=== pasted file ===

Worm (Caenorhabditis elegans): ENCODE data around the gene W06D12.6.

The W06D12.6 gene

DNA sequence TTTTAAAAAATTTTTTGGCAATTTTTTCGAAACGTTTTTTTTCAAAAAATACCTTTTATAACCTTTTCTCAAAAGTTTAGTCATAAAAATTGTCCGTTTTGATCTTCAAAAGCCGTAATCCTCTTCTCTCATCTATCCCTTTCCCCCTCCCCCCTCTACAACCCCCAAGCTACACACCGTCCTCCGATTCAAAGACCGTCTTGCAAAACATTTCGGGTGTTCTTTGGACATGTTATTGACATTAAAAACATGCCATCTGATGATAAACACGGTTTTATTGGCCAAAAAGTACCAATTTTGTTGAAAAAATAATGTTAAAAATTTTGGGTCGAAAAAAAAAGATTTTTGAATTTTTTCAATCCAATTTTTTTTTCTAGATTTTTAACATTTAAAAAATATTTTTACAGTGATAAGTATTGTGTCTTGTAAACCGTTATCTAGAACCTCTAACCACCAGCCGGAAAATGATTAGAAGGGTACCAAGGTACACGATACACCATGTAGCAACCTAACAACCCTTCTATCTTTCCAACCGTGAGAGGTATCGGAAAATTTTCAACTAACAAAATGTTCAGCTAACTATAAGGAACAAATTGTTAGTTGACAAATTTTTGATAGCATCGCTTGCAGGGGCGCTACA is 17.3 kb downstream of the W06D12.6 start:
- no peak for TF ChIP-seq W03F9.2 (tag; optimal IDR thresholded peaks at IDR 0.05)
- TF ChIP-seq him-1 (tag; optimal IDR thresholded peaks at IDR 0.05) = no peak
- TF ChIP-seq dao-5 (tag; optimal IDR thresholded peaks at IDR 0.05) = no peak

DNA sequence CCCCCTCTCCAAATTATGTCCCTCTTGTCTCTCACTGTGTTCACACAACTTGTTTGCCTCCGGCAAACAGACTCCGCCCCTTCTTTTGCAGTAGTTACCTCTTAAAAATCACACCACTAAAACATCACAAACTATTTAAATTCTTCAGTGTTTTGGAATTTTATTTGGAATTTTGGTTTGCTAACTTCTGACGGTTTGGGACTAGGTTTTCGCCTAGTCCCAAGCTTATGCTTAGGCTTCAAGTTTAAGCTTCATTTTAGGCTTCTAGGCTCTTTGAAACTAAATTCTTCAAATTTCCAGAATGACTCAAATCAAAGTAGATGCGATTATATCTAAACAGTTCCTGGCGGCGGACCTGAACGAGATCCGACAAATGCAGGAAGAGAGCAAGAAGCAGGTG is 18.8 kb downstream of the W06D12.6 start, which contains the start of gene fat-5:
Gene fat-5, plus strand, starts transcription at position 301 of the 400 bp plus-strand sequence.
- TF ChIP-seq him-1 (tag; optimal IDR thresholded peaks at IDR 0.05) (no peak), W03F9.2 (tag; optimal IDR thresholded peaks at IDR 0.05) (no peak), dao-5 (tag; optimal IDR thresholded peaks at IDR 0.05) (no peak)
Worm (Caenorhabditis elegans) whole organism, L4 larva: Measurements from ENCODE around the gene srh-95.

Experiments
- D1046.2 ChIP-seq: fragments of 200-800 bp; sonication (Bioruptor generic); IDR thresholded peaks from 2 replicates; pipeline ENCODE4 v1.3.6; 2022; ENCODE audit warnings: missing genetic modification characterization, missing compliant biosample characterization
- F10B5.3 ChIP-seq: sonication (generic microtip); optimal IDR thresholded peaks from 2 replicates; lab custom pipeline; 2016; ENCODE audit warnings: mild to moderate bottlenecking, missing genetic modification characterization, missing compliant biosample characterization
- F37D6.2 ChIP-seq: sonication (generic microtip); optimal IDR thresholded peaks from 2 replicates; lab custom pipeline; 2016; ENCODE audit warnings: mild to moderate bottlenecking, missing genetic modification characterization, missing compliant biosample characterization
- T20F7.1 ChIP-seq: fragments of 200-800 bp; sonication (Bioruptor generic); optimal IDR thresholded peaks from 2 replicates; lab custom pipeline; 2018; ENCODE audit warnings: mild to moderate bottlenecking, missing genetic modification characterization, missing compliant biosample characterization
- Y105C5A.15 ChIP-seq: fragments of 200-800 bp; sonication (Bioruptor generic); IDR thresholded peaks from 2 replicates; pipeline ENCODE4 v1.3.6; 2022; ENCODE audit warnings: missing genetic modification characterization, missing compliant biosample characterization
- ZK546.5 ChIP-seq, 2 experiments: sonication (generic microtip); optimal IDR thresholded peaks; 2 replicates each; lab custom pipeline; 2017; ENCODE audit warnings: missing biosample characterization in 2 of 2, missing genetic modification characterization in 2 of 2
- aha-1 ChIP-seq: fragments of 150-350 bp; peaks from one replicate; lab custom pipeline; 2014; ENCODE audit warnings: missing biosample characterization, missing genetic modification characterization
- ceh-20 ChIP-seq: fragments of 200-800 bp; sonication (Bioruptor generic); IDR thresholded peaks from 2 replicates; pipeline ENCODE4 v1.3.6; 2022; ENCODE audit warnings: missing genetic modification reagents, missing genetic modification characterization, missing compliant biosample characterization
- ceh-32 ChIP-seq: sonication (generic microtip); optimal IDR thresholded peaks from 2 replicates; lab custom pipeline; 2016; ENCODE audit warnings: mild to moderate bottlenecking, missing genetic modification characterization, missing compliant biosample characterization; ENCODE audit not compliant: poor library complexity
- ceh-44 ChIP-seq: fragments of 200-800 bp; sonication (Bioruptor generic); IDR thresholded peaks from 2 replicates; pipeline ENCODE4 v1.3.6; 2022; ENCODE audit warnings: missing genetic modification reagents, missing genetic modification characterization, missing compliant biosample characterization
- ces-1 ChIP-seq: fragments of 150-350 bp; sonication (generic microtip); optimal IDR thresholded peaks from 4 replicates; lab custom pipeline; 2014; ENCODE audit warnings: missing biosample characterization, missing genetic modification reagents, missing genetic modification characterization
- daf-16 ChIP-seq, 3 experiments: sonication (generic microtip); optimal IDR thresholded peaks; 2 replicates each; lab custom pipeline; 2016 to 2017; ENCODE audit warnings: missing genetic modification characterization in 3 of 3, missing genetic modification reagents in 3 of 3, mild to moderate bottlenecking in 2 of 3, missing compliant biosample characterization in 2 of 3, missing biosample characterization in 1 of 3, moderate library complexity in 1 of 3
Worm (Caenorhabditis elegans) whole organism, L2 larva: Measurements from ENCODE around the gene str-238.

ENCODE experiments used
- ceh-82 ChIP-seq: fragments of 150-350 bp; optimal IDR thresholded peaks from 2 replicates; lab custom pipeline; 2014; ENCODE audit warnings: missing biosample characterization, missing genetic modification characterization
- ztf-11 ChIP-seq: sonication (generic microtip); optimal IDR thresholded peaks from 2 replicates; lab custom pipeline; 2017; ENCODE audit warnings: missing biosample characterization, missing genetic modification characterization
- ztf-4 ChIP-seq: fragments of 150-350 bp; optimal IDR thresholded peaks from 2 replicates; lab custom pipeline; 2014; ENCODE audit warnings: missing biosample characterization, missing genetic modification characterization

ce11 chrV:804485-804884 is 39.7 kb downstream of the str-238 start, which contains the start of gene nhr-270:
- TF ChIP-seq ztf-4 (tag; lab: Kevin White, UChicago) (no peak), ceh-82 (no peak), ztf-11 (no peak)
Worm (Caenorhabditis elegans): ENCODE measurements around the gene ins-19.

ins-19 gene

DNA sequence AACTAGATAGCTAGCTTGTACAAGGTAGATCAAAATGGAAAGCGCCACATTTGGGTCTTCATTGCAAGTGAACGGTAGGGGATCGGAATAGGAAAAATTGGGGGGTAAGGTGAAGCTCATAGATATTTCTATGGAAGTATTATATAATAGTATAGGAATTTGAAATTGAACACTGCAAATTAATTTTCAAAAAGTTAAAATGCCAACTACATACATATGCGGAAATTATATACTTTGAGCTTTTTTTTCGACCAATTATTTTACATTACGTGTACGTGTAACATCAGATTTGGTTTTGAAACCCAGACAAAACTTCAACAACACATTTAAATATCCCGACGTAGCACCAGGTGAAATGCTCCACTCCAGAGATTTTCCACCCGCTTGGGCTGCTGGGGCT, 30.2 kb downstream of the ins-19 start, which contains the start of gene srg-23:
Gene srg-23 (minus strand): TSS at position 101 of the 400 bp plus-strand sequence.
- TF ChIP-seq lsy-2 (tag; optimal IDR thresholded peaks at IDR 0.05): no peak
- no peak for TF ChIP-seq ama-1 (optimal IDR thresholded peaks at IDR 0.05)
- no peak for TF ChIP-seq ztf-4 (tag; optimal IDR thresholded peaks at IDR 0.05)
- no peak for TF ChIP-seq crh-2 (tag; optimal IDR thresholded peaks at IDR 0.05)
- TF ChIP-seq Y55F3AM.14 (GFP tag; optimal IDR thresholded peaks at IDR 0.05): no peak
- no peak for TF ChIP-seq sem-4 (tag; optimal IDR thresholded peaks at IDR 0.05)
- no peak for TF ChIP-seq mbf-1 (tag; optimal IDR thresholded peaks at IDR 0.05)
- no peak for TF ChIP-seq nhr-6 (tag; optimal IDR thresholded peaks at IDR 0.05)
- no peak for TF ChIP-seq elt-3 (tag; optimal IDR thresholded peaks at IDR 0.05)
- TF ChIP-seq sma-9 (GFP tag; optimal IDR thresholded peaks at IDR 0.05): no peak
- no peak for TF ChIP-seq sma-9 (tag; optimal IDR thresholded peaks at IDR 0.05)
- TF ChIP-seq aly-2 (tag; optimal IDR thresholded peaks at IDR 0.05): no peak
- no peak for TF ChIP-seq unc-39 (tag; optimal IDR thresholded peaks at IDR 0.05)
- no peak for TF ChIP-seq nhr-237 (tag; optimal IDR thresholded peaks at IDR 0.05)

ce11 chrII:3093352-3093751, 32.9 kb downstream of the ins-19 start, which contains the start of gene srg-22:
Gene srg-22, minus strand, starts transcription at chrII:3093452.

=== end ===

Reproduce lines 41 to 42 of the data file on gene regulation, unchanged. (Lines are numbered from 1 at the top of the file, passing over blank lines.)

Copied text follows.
- no peak for TF ChIP-seq mbf-1 (tag; optimal IDR thresholded peaks at IDR 0.05)
- no peak for TF ChIP-seq nhr-6 (tag; optimal IDR thresholded peaks at IDR 0.05)